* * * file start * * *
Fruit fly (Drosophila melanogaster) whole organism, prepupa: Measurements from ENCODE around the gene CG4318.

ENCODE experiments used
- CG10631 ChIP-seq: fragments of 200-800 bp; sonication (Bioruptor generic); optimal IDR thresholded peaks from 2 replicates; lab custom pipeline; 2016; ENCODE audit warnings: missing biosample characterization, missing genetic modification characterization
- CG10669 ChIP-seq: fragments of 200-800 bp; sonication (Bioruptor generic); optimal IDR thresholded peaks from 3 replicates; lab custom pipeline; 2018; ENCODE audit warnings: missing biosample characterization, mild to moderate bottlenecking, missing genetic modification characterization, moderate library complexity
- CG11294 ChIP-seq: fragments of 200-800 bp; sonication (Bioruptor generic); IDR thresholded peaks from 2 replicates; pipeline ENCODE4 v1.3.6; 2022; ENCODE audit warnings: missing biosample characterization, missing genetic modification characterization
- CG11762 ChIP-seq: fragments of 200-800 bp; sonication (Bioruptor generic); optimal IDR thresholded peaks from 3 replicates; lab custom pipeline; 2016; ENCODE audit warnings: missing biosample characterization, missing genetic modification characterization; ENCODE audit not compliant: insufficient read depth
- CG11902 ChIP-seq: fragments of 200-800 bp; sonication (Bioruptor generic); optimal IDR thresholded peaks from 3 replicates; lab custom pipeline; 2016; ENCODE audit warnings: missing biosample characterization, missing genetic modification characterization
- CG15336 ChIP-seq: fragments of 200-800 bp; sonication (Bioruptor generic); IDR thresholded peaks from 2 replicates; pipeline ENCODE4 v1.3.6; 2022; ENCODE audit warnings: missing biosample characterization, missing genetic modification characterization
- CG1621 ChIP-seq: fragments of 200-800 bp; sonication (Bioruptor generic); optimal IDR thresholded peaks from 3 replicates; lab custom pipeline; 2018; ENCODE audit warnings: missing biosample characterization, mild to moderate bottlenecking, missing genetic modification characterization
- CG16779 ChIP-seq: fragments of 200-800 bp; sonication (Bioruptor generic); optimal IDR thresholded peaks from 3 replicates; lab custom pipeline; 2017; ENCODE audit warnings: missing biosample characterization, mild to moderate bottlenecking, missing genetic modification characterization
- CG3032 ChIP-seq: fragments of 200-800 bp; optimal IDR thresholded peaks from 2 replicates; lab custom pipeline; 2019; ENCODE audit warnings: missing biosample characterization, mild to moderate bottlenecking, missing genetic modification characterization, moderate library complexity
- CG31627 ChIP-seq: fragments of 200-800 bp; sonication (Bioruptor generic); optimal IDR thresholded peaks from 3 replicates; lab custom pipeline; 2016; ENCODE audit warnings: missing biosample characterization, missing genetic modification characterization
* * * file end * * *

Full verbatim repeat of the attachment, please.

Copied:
Fruit fly (Drosophila melanogaster) whole organism, prepupa: Measurements from ENCODE around the gene CG4318.

ENCODE experiments used
- CG10631 ChIP-seq: fragments of 200-800 bp; sonication (Bioruptor generic); optimal IDR thresholded peaks from 2 replicates; lab custom pipeline; 2016; ENCODE audit warnings: missing biosample characterization, missing genetic modification characterization
- CG10669 ChIP-seq: fragments of 200-800 bp; sonication (Bioruptor generic); optimal IDR thresholded peaks from 3 replicates; lab custom pipeline; 2018; ENCODE audit warnings: missing biosample characterization, mild to moderate bottlenecking, missing genetic modification characterization, moderate library complexity
- CG11294 ChIP-seq: fragments of 200-800 bp; sonication (Bioruptor generic); IDR thresholded peaks from 2 replicates; pipeline ENCODE4 v1.3.6; 2022; ENCODE audit warnings: missing biosample characterization, missing genetic modification characterization
- CG11762 ChIP-seq: fragments of 200-800 bp; sonication (Bioruptor generic); optimal IDR thresholded peaks from 3 replicates; lab custom pipeline; 2016; ENCODE audit warnings: missing biosample characterization, missing genetic modification characterization; ENCODE audit not compliant: insufficient read depth
- CG11902 ChIP-seq: fragments of 200-800 bp; sonication (Bioruptor generic); optimal IDR thresholded peaks from 3 replicates; lab custom pipeline; 2016; ENCODE audit warnings: missing biosample characterization, missing genetic modification characterization
- CG15336 ChIP-seq: fragments of 200-800 bp; sonication (Bioruptor generic); IDR thresholded peaks from 2 replicates; pipeline ENCODE4 v1.3.6; 2022; ENCODE audit warnings: missing biosample characterization, missing genetic modification characterization
- CG1621 ChIP-seq: fragments of 200-800 bp; sonication (Bioruptor generic); optimal IDR thresholded peaks from 3 replicates; lab custom pipeline; 2018; ENCODE audit warnings: missing biosample characterization, mild to moderate bottlenecking, missing genetic modification characterization
- CG16779 ChIP-seq: fragments of 200-800 bp; sonication (Bioruptor generic); optimal IDR thresholded peaks from 3 replicates; lab custom pipeline; 2017; ENCODE audit warnings: missing biosample characterization, mild to moderate bottlenecking, missing genetic modification characterization
- CG3032 ChIP-seq: fragments of 200-800 bp; optimal IDR thresholded peaks from 2 replicates; lab custom pipeline; 2019; ENCODE audit warnings: missing biosample characterization, mild to moderate bottlenecking, missing genetic modification characterization, moderate library complexity
- CG31627 ChIP-seq: fragments of 200-800 bp; sonication (Bioruptor generic); optimal IDR thresholded peaks from 3 replicates; lab custom pipeline; 2016; ENCODE audit warnings: missing biosample characterization, missing genetic modification characterization